But some of us are not, or are no longer, amused. Suffice it to say that, if he didn't have another year on his contract, he'd be out o' here.



Anonymous Anonymous said...

Oh my gosh is this funny! I thank G-d again that I live in a place where those who daven specifically sing tunes that everyone knows and can sing along to.

Mon Sep 17, 11:25:00 AM 2007  
Blogger Shira Salamone said...

Lucky you! At least where *you* davven, the "tunes that everyone knows and can sing along to" are appropriate to the spirit of the prayers!

Mon Sep 17, 12:26:00 PM 2007  
Blogger PsychoToddler said...

"Honk Honk!" - Harpo

Mon Sep 17, 02:36:00 PM 2007  
Blogger Shira Salamone said...

I second that opinion. This cantor will sing *any* tune to *any* song, with no regard for meaning or context. We might as well be honking.

Mon Sep 17, 04:55:00 PM 2007  
Blogger Shira Salamone said...

Received via e-mail from Noam:

"Great. Now I can read your blog, but comments are blocked. Regarding tunes, there is a (as usual) great debate in the Ortho community about using non-religious tunes for tefilla. Rabbi Henkin as usual got it right. He said that there isn't a problem with using pop tunes, but they have to be appropriate for the subject matter. He used the example of tefillat tal, where one of the verses refers to many martyrs over the years. Unfortunately, many use an up beat peppy tune for this, and Rav Henkin points out the total inappropriateness. That being said, I prefer traditional tunes, and didn't much appreciate the Hazzan's use a few years ago during kedusha on Yom Kippur of 'in the arms of the angels'(?) by I think Sarah Mclaughlin. Although slow and emotional, it didn't do much for me."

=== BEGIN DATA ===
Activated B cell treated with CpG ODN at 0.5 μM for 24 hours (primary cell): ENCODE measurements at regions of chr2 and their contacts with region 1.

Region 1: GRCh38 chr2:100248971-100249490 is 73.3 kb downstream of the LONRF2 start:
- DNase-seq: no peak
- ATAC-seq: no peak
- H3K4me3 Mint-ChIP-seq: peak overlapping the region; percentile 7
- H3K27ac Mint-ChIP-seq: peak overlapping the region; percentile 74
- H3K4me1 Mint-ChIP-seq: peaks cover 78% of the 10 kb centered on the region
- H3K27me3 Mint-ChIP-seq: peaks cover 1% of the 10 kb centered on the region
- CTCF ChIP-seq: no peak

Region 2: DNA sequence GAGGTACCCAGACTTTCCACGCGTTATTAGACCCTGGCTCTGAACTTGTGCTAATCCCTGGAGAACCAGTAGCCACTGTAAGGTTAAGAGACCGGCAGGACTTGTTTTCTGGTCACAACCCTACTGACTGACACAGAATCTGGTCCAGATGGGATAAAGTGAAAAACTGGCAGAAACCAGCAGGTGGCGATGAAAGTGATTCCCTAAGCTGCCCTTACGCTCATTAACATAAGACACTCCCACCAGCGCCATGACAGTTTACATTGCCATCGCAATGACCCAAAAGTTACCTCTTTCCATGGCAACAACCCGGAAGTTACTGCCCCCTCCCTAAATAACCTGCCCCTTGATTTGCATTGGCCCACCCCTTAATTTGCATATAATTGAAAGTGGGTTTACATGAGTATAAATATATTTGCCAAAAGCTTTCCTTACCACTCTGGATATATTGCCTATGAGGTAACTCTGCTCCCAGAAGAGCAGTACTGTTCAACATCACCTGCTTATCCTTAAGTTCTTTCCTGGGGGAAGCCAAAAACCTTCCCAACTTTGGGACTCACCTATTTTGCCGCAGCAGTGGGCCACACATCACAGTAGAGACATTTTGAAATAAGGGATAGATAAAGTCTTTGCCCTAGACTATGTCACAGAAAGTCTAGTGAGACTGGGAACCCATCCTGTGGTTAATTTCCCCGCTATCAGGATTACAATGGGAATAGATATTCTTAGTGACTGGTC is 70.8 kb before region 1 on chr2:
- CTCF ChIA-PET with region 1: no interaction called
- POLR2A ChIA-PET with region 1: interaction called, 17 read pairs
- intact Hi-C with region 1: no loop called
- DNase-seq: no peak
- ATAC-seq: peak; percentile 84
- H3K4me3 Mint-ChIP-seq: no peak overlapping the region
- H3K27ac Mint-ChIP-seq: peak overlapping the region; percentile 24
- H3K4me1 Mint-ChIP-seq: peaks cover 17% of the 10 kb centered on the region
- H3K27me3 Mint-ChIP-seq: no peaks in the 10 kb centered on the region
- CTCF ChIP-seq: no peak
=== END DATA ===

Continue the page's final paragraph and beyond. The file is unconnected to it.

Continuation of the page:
Tue Sep 18, 10:47:00 PM 2007  
Blogger Shira Salamone said...

Noam, according to previous HH posts of mine, in past years, the HH chazzan has sung "erev va-voker" ("evening and morning") in the Musaf Kedushah to the tune "Sunrise, Sunset." I can more or less deal with that, since the English words come within hailing range of the Hebrew words. And my husband tells me that this is not the first year that the cantor has used the music from the Black spiritual "Rise and Shine" for a quote (from the Zichronot section, I think) about Noah and the Ark that actually made sense, the lyrics being as follows:

"The L-rd said to Noah, there's gonna be a floody, floody
L-rd said to Noah, there's gonna be a floody, floody
Get your children [pause or clap] out of the muddy muddy!
Children of the L-rd"

Still, I agree with you on this: I'm more comfortable with traditional Jewish liturgical music. I guess I'm just a nut for nusach. :)

Tue Sep 18, 11:13:00 PM 2007  
Anonymous Anonymous said...

We got Hayom Harat Olam to Shalom Aleichem, I seem to remember. It was not a good idea.

Wed Sep 19, 11:46:00 PM 2007  
Blogger Shira Salamone said...

Sigh. Why all these Sabbath tunes on Rosh Hashanah? Doesn't anyone bother with good old-fashioned nusach anymore?

Thu Sep 20, 04:16:00 PM 2007